“The Jews answered him, “We have a law, and according to that law he ought to die because he has made himself the Son of God.”
When Pilate heard that, he was afraid. He knew they were serious about having Jesus crucified. He saw that they would not be appeased by stoning Jesus to death themselves. Maybe part of Pilate sensed it was true. He knew Jesus was good. And the claim that Jesus was divine made sense with everything Jesus had said to him. Verses 8-11 read,
“When Pilate heard this statement, he was even more afraid.9 He entered his headquarters again and said to Jesus, “Where are you from?” But Jesus gave him no answer. 10 So Pilate said to him, “You will not speak to me? Do you not know that I have authority to release you and authority to crucify you?” 11 Jesus answered him, “You would have no authority over me at all unless it had been given you from above. Therefore he who delivered me over to you has the greater sin.”
Pilate begged Jesus to give him a reason to release Him. Pilate reminded Jesus of who he was and the authority he had over Him. But Jesus said, ‘Nope, the authority you think you have is from above, from my Father and therefore me. I am the one giving my life, you are not taking it.’ Of course Pilate didn’t understand all that, but he did get the gist of it. Jesus claimed to be from above, from God. The Jews had said Jesus claimed to be the Son of God. He wanted nothing to do with crucifying Jesus.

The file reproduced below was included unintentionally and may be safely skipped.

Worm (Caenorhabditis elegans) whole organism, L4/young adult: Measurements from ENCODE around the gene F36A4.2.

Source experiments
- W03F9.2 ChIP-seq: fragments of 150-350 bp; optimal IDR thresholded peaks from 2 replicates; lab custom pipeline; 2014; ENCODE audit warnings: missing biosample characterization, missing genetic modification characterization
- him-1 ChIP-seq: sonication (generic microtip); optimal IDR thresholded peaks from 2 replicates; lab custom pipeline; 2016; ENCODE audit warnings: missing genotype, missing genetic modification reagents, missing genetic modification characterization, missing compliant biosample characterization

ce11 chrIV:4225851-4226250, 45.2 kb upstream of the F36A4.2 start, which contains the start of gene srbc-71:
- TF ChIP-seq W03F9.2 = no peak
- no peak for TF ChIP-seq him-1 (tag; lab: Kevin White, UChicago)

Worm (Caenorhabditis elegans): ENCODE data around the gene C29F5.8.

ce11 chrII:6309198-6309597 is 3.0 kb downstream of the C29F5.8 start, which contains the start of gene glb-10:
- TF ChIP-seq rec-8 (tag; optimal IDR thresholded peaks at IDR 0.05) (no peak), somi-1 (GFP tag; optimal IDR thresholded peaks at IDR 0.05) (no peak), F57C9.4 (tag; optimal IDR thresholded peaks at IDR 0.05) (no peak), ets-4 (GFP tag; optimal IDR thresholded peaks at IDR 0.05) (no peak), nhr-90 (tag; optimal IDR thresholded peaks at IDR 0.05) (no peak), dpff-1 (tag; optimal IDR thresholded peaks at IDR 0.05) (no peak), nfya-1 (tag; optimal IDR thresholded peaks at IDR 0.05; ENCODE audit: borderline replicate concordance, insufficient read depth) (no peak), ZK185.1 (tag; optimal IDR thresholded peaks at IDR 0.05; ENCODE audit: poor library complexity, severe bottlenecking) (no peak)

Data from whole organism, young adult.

He tried to get out of it by reasoning with the people but they used what was most important to him the world, his position and his power. They would report him to Caesar if he didn’t crucify Jesus. Pilate knew the Jews had no respect for Roman government, they hated it. They hated Caesar. He knew that it was a lie but he needed his position. And so Pilate chose power over truth. Verse 16 reads,
“So he delivered him over to them to be crucified.”
Jesus gave Annas, Caiaphas, and Pilate a chance to hear the truth and believe, but they chose not to hear it for different reasons. They chose blind rage and selfish ambition over truth.
Have you closed your eyes and ears to something God is telling you? He will still accomplish His purpose but if you accept the truth you can be on the side of victory rather than against Him.